According to the Merriam-Webster online dictionary, the meanings of responsible, answerable, and payable are
responsible: liable to be called on to answer
answerable: liable to be called to account
payable: that may, can, or must be paid.
They all include the meaning of obligation rather than the straightforward meaning of the suffix, the one of capability as in durable, whose meaning in the online dictionary is
durable: able to exist for a long time without significant deterioration in quality or value.
In the case of responsible, it seems possible to argue that the suffix gives to the word the meaning of freedom or opportunity that the adjective able has as in
You are able to skate on the lake today. The ice is thick enough.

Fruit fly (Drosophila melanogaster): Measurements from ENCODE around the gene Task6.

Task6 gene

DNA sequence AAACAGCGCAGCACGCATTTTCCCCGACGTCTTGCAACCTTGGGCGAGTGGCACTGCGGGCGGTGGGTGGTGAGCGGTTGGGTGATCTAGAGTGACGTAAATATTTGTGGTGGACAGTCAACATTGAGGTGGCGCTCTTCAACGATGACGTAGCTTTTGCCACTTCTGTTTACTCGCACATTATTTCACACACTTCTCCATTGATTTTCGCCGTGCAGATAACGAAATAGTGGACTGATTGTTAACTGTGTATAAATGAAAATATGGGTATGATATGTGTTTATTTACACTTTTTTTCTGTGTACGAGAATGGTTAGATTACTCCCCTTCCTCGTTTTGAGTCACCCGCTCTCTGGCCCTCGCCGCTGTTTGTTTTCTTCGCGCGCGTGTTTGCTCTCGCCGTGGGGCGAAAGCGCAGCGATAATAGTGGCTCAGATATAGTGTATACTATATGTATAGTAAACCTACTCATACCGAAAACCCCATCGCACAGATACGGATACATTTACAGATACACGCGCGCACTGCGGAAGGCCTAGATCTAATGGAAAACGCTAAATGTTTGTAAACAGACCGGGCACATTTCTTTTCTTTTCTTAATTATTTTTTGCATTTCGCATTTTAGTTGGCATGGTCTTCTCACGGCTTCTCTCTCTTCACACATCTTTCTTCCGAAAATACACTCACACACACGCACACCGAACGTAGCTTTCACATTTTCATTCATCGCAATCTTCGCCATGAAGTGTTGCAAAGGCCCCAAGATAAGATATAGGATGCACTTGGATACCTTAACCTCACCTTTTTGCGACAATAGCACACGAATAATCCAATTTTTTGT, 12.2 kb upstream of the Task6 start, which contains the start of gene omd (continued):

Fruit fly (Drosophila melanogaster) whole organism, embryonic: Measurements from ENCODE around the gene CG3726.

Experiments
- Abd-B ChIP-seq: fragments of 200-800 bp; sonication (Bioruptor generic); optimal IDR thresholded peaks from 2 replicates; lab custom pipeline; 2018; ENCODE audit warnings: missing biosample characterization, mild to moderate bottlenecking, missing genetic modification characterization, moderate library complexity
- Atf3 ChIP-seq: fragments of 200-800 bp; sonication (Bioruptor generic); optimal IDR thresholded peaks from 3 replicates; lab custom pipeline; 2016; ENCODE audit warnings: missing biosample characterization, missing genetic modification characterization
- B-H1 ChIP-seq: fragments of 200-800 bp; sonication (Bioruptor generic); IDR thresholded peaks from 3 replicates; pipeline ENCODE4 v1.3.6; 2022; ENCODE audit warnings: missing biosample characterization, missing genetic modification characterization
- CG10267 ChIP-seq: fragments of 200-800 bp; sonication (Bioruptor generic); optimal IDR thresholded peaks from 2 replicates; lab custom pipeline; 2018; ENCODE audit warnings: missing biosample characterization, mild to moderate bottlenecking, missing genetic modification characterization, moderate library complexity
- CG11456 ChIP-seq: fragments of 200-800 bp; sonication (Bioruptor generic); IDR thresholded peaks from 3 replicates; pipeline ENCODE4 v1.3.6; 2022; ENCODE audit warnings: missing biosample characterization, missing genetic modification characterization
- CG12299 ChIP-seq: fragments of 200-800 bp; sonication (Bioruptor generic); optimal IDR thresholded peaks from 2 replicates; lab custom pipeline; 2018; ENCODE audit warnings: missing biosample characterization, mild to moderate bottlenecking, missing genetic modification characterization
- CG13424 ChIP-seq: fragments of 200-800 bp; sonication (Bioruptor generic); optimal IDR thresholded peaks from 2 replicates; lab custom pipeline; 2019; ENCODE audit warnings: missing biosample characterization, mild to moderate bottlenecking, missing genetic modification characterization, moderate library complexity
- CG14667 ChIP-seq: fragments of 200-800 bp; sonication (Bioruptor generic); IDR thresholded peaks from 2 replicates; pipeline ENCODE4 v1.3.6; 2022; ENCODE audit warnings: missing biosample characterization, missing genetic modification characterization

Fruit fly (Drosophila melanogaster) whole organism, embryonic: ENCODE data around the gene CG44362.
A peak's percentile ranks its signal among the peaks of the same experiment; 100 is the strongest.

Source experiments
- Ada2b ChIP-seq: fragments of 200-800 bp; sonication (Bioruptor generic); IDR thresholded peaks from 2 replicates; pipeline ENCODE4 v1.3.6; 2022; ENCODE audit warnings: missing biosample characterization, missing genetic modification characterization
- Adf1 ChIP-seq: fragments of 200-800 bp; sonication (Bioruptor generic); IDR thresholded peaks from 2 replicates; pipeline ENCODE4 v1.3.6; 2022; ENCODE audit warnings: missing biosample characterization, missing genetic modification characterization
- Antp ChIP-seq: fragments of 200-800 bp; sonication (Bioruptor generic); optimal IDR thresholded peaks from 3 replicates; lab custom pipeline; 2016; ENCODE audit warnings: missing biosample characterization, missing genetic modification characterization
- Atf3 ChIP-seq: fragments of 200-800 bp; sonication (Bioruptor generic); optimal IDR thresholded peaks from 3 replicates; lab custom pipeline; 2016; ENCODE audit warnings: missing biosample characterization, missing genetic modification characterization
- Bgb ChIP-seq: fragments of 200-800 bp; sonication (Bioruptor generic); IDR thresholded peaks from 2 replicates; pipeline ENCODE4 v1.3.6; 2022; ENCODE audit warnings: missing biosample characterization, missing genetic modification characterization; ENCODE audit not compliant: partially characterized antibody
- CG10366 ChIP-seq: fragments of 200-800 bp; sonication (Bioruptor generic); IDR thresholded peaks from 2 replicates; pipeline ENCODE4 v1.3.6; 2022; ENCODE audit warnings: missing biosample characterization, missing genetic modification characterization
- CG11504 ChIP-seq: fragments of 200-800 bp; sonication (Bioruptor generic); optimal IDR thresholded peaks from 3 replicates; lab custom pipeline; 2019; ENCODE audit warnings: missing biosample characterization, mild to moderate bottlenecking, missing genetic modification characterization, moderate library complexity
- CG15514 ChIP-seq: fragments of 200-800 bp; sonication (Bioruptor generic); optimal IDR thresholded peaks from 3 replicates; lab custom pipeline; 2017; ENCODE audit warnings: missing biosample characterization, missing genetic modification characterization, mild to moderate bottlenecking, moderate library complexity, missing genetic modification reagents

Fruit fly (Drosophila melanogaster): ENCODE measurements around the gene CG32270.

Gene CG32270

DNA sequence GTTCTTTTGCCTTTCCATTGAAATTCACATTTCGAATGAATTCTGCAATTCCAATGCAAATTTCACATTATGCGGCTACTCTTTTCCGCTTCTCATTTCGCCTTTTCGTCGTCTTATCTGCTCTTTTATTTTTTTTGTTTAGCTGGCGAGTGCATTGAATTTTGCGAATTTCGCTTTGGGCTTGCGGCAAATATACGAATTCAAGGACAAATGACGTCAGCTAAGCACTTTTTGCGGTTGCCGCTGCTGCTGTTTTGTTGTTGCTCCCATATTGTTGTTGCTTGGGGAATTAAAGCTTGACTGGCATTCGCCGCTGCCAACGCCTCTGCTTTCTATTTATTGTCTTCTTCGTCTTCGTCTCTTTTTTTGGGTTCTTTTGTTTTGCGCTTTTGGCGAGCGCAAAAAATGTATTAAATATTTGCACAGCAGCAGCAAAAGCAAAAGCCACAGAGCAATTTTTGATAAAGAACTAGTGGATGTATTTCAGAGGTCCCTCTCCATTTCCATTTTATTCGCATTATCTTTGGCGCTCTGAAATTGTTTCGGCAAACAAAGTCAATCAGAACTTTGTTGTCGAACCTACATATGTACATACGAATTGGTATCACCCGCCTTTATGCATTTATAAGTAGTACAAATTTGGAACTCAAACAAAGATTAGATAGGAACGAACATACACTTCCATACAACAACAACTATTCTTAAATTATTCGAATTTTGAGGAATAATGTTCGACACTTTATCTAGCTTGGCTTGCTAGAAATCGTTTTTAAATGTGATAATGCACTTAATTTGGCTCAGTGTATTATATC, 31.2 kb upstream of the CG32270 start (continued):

Then, the sentence below may mean he has the right to decide everything about recruiting and training.
He is responsible for recruiting and training new staff.
But, such interpretation seems impossible for the other two words.
Why does the suffix able sometimes have the meaning of obligation in words such as payable or answerable?
(I found two similar questions. One is about how to tell whether the suffix has the meaning of ability or that of obligation. My question is about why the suffix has the meaning of obligation. The other has not been given a proper answer because, in my opinion, the words used as examples are uncommon words.)